Blockchain Patents: Distributed Ledger Tech Intellectual Property Filings Are Stacking Up

Blockchain Patent Filing- The Race for Leading Companies’ Patent Dominance

With blockchain’s increasing popularity comes the race for blockchain related patent filing, particularly among leading global companies and economies. Big companies –particularly those in the Fortune 500 categories- are trying to secure their own blockchain patents, even those without any real world applications.

Last week for instance, MasterCard, Barclays Bank, and Bank of America all filed their own blockchain patents. MasterCard’s filing contained information about a blockchain tech that can allow for the linkage of assets between traditional bank accounts and blockchain, Barclays submitted two patent applications for blockchain data storage and digital currency transfer, while Bank of America filed to secure its current blockchain based platform.

The list goes on and on. With blockchain becoming one of the most popular buzzwords for 2018, lots of people and organizations want to jump on the opportunity. This has resulted in the abundance of trolls filing patent applications too, thus triggering a possible race for blockchain patents.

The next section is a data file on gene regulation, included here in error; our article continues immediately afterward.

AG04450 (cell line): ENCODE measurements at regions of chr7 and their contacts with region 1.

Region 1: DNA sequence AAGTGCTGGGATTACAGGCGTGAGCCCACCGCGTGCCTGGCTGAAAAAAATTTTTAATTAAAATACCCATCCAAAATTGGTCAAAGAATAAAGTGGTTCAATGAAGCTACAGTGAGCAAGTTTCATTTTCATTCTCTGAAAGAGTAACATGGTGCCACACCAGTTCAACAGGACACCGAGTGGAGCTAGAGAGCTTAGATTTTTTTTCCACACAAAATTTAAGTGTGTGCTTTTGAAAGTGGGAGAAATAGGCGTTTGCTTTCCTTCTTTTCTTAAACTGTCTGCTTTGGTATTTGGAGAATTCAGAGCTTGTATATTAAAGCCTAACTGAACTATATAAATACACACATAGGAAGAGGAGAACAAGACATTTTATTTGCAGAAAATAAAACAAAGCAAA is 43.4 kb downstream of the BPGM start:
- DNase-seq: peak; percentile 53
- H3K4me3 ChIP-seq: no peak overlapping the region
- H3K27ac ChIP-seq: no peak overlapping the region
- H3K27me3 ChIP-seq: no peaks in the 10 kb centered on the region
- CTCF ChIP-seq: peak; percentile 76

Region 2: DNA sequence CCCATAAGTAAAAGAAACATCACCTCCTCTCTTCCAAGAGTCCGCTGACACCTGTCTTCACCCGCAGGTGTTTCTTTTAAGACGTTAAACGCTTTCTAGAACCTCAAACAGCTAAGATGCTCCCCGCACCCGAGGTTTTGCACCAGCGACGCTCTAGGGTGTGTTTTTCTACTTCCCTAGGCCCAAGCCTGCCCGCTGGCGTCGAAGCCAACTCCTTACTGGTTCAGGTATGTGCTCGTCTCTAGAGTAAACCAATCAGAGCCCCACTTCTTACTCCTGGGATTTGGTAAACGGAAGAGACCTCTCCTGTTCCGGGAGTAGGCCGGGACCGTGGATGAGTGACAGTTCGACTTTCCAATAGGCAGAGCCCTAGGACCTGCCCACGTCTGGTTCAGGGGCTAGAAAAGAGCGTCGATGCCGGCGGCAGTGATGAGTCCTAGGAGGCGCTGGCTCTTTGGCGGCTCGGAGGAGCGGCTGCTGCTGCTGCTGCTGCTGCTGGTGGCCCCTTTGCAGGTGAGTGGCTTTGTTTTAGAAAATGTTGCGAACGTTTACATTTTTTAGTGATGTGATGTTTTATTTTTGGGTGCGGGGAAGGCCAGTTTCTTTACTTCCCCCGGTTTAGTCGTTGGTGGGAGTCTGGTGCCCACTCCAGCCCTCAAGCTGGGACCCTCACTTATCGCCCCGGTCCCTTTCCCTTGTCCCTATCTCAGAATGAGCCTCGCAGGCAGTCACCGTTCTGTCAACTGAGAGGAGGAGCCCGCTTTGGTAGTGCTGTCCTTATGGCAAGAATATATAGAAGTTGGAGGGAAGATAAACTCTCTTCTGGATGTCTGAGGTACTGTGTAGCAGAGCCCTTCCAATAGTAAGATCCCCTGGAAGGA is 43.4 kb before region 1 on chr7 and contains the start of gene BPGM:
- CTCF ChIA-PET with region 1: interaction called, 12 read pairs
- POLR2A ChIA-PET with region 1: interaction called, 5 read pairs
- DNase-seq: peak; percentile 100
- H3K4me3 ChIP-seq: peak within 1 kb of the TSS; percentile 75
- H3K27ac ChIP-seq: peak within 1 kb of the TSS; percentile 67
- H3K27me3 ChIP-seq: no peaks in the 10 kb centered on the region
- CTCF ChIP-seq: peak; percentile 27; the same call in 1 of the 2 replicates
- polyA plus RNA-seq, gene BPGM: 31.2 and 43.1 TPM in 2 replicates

Why Is A Blockchain Patent Important?

As with all inventions and technological innovations, individuals and institutions reserve the right to profit from their technology becoming popular and used by everyone. Without a patent, anyone can hijack the same idea and even monopolize it.

History is filled with lessons about inventors and innovators who didn’t file their patent applications early enough, resulting in lost opportunities and wealth. The US Patent and Trademark Office (USPTO) is responsible for patents filed in the US and by US residents and companies.

The good news is that when a patent is filed with the USPTO, it is also valid in about 152 member countries under the Patent Cooperation Treaty.

Companies looking to pioneer new financial services and platforms are securing their patents. According to Bloomberg, “blockchain based patents are an essential ingredient for companies looking to reshape the financial services industry or spawn profitable cryptocurrency-related businesses.”.